If the Juneau-Douglas High School football season was like a play at Perseverance Theater, then last weekend's 64-0 victory over Ketchikan was the sneak preview.
The curtain really opens tonight, when the Crimson Bears host the East Anchorage Thunderbirds in their first Cook Inlet Football Conference game of the year. East should have been a state-playoff team last season, but a forfeit loss because of an ineligible player kept the T-Birds home.
"We're excited to find out how we are," Juneau head coach Reilly Richey said. "This is the real opening night. Nothing was proven last week."
The varsity teams kick off at 8 p.m. at Adair-Kennedy Memorial Park, with the junior varsity teams playing at 5 p.m. Due to construction at Floyd Dryden Middle School, parking is limited. Please check Sports in Juneau on Page B2 for alternate parking and shuttle bus information.
The Thunderbirds return the state's leading quarterback and wide receiver - seniors Derek Laws and Casey Flair - who posted the fourth-ranked passing and top-ranked receiving seasons in state history last season, respectively. Laws threw for 1,676 yards last year, while Flair set state records with 55 receptions for 1,139 yards and 21 touchdowns.
This year, though, East adds a new wrinkle to its potent offense - the running of senior Ryan Stickler, who gained 165 yards on 18 carries and scored two touchdowns last Saturday in East's 28-17 victory over Colony. He runs behind a line anchored by 235-pound A.J. Logo, 275-pound Hunter Joy and 305-pound Tonga Tea, who broke Stickler loose for at least three 40-yard gains.
"The running game is what we're concerned about, especially with this weather," Juneau defensive coordinator Ray Bradley said while watching Juneau's offense work out in Thursday afternoon's rain. "They've got some big people (on the line), and they platoon them so they're fresh whenever the offense takes the field.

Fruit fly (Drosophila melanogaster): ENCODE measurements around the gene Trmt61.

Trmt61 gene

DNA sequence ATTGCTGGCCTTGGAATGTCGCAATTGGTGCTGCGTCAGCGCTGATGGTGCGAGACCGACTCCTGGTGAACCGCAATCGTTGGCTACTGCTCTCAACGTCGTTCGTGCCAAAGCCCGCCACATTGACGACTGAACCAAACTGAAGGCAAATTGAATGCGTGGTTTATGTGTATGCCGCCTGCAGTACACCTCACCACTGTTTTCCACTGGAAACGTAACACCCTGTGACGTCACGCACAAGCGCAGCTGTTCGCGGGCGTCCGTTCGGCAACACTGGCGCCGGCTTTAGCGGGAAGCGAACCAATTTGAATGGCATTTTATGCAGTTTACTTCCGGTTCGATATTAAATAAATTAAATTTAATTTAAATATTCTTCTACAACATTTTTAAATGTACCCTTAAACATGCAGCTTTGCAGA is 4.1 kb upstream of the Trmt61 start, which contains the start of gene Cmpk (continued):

"They've got the No. 1 quarterback and No. 1 receiver from last year, so you have to respect the pass. That was their bread and butter last year. But the run takes the pressure off the pass."
"They have a very big line, very big and very mobile," Richey said. "They now have a two-dimensional game. They beat us with the run last year and, depending on the weather, we expect them to run this year."
Even though Juneau didn't win a CIFC game last year, the Crimson Bears stayed close to the T-Birds in their showdown.
When Juneau played East in last season's CIFC finale, the Crimson Bears led 17-14 until late in the third quarter. That's when East started running the ball and the run set up the T-Bird passing attack. Laws connected with Flair on four touchdown passes in the game, and Laws ran in another score himself as East rallied for a 34-17 victory.
The Crimson Bears are confident heading into tonight's game. They feel their defense can stop East's offense, and they feel the offense can move the ball on the T-Birds.
"The whole team's ready," Juneau senior quarterback Mark Shilling said, adding that the Crimson Bears feel this game is their real season opener. "Even the fans know that, too. We're working on some new stuff. East isn't going to know what hit 'em. Our offense is going to have to compliment our defense. Our defense has to stop them, and our offense has to put points on the board."
"We're ready to roll, ready to win," Juneau senior running back-linebacker Toni Talamai said.
One of the keys to tonight's game will be the play of the two lines. East's line runs about an inch or two taller and about 15-20 pounds heavier than Juneau's. But the Crimson Bears think they can contain East's wide bodies.
"I think our line can pick them up," Juneau junior offensive lineman-linebacker Jake Ritter said. "It's a big game, a real big game."
"It's going to be a war," Juneau senior fullback-linebacker Nick West said. "We've got a strong D line (defensive line). We can stop them."
Charles Bingham can be reached at firstname.lastname@example.org.